Sometimes, I had to get out of my own way first.  For instance, while we didn’t stray too far from home those days, as it honestly felt like more work than it was worth, we did venture on some road trips to see friends and family. My college roommate lives about four hours away, but making the trip felt like going across the country. However, once we got there, it was worth it!  Having an extra set of eyes on my boys was a huge relief. One of my favorite memories was the time Kristi insisted I retreat to the master bath to spend some time in the luxurious whirlpool bathtub. She filled the tub with fragrant bubbles, placed a full glass of wine of the edge of the tub and sent me upstairs with strict instructions to soak for a good long time, while she and her family played with my boys.

During the 2009 recession, when the boys were teens, I went through a job layoff. I limped along with unemployment and my life-saving emergency fund; but money was extra tight, and I had two hungry teenage boys at home. One night at church, my dear friend Deb was admiring my Bible cover. She asked to see it and while she was checking that out, I got distracted, talking to some other friends. It was only later that I discovered Deb faked her interest in my Bible in order to slip a few gift cards into it for gas and groceries.  I wept upon discovering her act of kindness when I could have refused it by insisting she take them back, knowing money was tight for her already.

Yes, I have been extremely blessed by the love and thoughtfulness of those around me. But I also had to be willing to accept acts of love and service with an open heart and a smiling face.  I know my sons have witnessed all of this goodness and my response to it.  It has shaped their hearts into being givers themselves. We pay it forward when we can, spreading love and kindness to others going through their own rough patch. So promise me this: stop being stubborn; let others help you, knowing that we are all here to support and uplift each other.

Renee Brown is the tired yet happy mother of two young adult sons, Sam and Zachary. Almost an empty nester, she loves sharing her single parent experiences with the goal of providing hope and encouragement to those struggling on that “long and winding road.” Renee lives in Minneapolis, works in advertising, and also blogs for Your Teen magazine.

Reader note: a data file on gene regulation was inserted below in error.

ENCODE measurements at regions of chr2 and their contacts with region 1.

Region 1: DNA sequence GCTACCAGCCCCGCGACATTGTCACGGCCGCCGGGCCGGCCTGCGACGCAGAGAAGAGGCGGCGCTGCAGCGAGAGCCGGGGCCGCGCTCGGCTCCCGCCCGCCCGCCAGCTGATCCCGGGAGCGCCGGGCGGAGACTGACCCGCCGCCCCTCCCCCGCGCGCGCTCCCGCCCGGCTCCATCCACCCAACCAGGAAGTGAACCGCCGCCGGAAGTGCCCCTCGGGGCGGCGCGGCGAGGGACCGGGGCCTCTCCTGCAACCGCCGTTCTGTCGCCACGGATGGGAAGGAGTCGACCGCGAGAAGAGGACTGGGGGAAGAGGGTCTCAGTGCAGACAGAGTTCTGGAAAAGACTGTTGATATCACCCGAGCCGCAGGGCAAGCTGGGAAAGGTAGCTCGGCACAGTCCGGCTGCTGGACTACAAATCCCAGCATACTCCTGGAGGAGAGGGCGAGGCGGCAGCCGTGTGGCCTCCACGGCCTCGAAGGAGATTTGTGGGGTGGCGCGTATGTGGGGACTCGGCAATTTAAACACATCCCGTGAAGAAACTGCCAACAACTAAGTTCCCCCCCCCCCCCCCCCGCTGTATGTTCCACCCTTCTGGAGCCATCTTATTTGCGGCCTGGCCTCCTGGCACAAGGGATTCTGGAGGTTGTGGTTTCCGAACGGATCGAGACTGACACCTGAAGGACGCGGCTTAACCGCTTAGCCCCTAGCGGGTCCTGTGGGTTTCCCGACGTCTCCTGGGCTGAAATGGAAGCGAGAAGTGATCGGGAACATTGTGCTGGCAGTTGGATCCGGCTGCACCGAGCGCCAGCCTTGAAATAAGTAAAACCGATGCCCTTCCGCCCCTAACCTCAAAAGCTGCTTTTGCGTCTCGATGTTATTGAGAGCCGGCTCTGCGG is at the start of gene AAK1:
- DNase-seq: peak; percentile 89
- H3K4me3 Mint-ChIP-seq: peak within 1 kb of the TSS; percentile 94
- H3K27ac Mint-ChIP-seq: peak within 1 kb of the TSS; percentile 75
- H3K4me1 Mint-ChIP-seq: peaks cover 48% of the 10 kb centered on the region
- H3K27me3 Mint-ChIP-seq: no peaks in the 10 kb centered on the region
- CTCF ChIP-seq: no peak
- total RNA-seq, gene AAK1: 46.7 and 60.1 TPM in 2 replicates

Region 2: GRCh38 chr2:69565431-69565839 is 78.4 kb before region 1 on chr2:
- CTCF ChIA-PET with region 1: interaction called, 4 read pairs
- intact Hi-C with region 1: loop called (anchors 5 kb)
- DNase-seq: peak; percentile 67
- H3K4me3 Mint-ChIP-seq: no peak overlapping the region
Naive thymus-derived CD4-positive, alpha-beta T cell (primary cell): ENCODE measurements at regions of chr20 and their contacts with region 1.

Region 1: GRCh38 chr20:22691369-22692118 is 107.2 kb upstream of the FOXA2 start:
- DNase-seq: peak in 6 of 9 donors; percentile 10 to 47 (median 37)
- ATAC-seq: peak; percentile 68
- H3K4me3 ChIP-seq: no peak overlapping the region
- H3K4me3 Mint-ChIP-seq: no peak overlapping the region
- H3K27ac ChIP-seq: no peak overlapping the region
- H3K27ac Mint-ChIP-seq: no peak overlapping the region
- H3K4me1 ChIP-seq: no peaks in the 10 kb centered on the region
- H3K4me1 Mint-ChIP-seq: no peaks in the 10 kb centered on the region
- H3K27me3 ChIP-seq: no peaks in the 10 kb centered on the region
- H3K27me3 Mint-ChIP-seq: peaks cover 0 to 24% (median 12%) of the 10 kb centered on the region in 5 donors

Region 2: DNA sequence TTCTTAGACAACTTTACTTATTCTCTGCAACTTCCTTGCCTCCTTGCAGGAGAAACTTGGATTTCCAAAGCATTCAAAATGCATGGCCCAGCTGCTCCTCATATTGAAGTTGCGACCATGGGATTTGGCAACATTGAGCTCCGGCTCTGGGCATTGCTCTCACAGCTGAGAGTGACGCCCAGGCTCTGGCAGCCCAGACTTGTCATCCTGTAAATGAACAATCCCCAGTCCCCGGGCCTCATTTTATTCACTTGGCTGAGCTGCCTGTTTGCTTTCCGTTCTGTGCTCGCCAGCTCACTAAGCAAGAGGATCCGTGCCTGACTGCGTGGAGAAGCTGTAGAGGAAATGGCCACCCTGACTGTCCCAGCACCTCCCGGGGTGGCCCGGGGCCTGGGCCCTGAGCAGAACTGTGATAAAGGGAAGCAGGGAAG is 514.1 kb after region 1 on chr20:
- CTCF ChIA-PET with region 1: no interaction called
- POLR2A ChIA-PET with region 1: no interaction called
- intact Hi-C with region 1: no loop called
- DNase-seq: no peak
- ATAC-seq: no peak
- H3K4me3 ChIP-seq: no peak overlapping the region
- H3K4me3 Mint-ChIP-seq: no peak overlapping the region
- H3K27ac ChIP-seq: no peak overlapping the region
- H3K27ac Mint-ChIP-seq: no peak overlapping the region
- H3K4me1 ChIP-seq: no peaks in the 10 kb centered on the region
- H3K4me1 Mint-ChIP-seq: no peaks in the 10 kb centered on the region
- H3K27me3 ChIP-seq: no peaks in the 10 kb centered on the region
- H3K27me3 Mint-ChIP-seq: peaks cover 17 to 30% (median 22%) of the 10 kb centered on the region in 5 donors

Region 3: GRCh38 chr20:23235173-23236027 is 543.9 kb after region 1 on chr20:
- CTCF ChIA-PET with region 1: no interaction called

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What's So Bad About Bribing Your Child?

“I’ve been very careful to
not use bribery with my child, but there have been times when I’ve said
‘If we all get buckled into the car, we can have time for a book before
we eat lunch’… or something like that, and I’ve wondered if I had just
used bribery. What’s the difference between bribery and helping them to
move towards the next thing with a little incentive?” – Julie

It’s a well-accepted tenet of parenting that bribes are a bad idea, used only by desperate parents. But why do “experts” always give this advice?

1. Because children shouldn’t be “rewarded” for behavior they should do anyway.

I
don’t find this reason convincing. All of us need some incentive to do the
right thing and give up something we want. Just because your child
“should” obey you instantly without an argument the first time you tell
him it’s time to leave the playground doesn’t mean he will.  There
are lots of things we “should” do that we’re more likely to do if we
see that there’s something in it for us. For young children, that might be
looking forward to a book before lunch. 

Conclusion: Looking
for a “Win/Win” solution that meets both our desires and our child’s
desires is not bribery. The key is to offer the “reward” in advance, to make the situation work for everyone. Don’t offer the reward in the middle of misbehavior, because that trains kids to misbehave to get the reward.  (What about physical incentives, like toys? See
#4 below.)

2. Because when kids get older, they won’t get rewards for doing what they’re supposed to do.

Actually,
they’ll get a paycheck for doing their job. They’ll get a tax break for
donating to a good cause. If they eat right and take care of their